Arnaud Lajeunie & Victoire Simonney shoot A nose is a nose is a nose for Sixteen Vol.4Word by Victoire Simonney
A woman’s nose used to reveal a few things about its owner.
How she did at the genetic lottery, a rough estimate of how many boys fancied her in high school, and an idea of what her mother may look like.
A lot has changed with the meteoric rise in the demand for nose jobs. Today looking at a woman sporting a bumpy, long, or large nose compared to current standards you have to wonder, is she refusing to conform to societal ideals of beauty, proud of her heritage, or simply broke?
Trousers, Haider Ackermann. Belt, Les Mauvais Garçons Vintage.
Trousers, Jean Paul Gaultier Vintage. Pumps, Abra.
I’ve read that elegant Iranian women wear bandages on their noses to fake a recent surgery, just like they would sport a luxury bag fresh off the runway. Being able to afford the procedure becomes an upper-class status symbol, even more, enviable than having the required small nose from birth. In Teheran and worldwide nose, shapes are, just like the length of skirts and style of coats, subjects to trends and fads. Trends that go so fast that the inattentive woman can lose track. As Judith Viorst said in the late sixties « It’s hard to be hip over thirty when last we heard girls who looked like Barbra Streisand were trying to do something about it ».
Short, Isabel Marant. Earring, D’Heygere.
If Cleopatra was a millennial, would she get a rhinoplasty for her sweet sixteen?
Trousers, Issey Miyake. Pumps, Abra. Necklace, Ellery.
These days a small straight nose that will do well in the unforgiving lens of the iPhone is all the craze, as the boom in the demand for rhinoplasty in recent years attest. It’s most likely a product of « Snapchat dysmorphia » a phenomenon especially affecting young women that makes their natural appearance unbearable compared to the perfection of the heavily filtered selfie. This standardized ideal calls for big almond-shaped eyes, full lips, high cheekbones, dewy skin, and a nose as small as possible. One’s particularity instantly becomes a flaw, an obstacle in the race for internet popularity. If Cleopatra was a millennial, would she get a rhinoplasty for her sweet sixteen? All of those beautiful noses turning to clones on the operating table strikes me as an indisputable loss of beauty as well as a depletion of our cultural heritage and particularities. Choosing to keep a bold nose untouched in this climate is a fierce commitment to beauty from Mother Nature, a stand against a manufactured perfection created in the European – centric fashion magazines and movies, polished in the Silicon Valley. A strong nose might be an acquired taste, but once you adjust your gaze right, it is a delicacy to the eye and the camera.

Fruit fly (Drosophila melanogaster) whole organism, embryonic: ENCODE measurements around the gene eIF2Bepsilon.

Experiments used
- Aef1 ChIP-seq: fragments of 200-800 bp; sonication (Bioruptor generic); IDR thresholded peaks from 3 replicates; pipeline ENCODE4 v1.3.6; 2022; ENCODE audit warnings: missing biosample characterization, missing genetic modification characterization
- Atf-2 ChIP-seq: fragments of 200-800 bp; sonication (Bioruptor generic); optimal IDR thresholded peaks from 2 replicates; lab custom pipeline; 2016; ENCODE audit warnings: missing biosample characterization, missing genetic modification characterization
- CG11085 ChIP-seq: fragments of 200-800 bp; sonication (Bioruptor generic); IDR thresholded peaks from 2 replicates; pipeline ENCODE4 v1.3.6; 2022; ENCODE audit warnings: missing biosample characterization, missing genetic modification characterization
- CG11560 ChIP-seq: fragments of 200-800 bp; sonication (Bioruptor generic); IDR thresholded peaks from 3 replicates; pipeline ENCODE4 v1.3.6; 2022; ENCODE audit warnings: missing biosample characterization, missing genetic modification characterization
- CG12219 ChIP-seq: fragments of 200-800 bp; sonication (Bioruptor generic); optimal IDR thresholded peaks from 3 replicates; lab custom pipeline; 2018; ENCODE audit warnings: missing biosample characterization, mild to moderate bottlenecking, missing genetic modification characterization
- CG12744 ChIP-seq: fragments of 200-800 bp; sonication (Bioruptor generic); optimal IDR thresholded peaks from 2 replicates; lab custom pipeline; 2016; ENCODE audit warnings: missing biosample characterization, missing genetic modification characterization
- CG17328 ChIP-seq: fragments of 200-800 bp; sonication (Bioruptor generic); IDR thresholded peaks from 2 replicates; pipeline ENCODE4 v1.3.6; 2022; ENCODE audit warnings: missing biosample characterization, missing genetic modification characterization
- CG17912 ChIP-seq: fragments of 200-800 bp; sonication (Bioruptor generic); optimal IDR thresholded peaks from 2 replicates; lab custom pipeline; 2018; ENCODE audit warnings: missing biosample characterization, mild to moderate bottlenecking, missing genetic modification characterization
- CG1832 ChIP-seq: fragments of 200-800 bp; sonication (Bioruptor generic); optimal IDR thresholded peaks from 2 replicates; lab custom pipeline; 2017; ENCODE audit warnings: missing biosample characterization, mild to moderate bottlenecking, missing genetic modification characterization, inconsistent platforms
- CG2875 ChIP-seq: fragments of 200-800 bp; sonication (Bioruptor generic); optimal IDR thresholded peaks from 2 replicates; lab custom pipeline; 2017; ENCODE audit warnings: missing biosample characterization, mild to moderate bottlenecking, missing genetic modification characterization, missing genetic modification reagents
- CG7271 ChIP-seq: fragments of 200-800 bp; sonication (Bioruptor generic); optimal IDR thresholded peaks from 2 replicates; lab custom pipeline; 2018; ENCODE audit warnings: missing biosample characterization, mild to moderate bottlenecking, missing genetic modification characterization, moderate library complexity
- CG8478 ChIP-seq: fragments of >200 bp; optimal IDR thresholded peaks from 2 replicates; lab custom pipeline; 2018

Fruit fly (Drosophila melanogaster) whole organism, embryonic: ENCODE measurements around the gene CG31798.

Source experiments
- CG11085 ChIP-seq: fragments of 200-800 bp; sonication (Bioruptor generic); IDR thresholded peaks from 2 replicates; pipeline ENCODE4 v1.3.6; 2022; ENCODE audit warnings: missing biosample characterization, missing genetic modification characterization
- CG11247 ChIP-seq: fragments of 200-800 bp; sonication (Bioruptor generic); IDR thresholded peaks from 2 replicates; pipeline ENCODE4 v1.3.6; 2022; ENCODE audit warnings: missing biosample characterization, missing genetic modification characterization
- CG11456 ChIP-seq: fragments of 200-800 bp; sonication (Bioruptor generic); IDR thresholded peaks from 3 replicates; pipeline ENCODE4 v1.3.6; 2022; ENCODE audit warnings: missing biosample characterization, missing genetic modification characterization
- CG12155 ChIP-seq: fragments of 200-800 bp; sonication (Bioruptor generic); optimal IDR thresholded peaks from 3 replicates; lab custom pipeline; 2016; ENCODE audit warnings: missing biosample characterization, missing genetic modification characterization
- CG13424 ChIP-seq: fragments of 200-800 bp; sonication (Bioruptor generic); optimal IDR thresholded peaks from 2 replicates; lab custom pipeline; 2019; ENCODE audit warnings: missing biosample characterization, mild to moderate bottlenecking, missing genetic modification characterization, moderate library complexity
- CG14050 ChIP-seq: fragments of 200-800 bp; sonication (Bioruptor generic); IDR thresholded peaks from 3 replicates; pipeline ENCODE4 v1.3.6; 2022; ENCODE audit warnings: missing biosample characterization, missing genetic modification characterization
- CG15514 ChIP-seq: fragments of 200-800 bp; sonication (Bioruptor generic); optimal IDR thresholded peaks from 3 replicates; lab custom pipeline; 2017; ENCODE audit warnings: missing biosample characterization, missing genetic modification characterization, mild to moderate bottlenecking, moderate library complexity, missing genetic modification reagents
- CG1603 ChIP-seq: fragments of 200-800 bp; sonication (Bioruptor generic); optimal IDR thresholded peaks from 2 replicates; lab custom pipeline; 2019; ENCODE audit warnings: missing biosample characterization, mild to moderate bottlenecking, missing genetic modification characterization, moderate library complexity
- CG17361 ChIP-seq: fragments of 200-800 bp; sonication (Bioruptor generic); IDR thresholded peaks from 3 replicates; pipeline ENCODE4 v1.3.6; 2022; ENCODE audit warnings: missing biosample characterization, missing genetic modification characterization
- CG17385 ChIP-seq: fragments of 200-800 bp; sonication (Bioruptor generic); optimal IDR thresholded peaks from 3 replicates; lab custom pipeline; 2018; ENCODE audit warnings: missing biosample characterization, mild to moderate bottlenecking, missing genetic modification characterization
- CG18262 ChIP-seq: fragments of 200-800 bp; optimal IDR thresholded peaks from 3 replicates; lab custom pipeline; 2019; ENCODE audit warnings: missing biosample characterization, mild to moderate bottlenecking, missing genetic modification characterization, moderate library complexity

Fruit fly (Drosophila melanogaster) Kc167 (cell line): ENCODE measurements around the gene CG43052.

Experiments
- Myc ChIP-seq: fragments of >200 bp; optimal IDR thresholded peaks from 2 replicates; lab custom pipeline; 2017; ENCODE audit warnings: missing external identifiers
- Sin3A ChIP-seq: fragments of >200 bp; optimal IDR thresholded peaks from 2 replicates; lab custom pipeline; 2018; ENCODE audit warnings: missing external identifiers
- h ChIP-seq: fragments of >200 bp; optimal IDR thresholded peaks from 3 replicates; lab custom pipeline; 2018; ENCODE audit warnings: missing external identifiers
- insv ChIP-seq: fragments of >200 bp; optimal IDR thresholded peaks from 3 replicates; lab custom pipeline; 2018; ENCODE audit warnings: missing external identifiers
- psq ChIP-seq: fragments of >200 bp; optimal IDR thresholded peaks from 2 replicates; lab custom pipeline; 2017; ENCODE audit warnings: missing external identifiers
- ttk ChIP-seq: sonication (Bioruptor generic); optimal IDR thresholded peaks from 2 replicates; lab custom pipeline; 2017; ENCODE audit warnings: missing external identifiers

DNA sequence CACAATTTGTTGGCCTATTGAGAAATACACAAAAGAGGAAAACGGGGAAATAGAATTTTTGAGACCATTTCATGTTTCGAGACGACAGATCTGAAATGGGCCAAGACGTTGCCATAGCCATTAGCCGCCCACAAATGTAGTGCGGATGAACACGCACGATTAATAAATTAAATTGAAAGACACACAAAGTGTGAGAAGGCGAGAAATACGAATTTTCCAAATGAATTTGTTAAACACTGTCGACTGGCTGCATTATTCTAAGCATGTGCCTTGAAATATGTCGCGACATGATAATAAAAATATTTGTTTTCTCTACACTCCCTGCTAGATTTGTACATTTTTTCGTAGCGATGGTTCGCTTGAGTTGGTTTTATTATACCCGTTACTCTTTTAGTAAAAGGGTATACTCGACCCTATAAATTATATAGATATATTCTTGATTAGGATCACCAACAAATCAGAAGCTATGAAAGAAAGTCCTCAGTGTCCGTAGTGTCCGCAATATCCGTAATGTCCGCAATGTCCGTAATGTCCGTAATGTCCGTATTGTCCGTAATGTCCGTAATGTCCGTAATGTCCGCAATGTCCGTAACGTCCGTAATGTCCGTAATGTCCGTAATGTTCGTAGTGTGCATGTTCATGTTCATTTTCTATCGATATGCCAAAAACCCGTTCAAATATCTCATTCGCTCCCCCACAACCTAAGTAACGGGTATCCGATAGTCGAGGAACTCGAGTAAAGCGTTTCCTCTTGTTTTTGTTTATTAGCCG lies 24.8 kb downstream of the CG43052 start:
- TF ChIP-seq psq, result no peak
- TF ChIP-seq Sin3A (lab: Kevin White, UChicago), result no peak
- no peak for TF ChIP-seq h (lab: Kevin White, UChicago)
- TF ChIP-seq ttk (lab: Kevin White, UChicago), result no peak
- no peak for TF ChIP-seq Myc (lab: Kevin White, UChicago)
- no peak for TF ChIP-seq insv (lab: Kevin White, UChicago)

Trousers, Byredo. Heart earring, D’Heygere.
Photography: Arnaud Lajeunie, assisted by Clément Dauvent and Jules Martin. Styling: Victoire Simonney, assisted by Caroline Mbonjo and Salomé Rouquet. Make-up: Cécile Paravina @ Bryant Artists, assisted by Emilie Revoyaz. Hair: Tomohiro Ohashi @ M+A, assisted by Leiko K. Manicurist: Hanaé Goumri @ TheWallGroup. Talents: Swati @ New Madison, Lisa Helene @ Marilyn, Justine. Asset @ women, AnneMarie Saric @ the claw models and Lisa @ Let it go mgmt. Production: Kitten.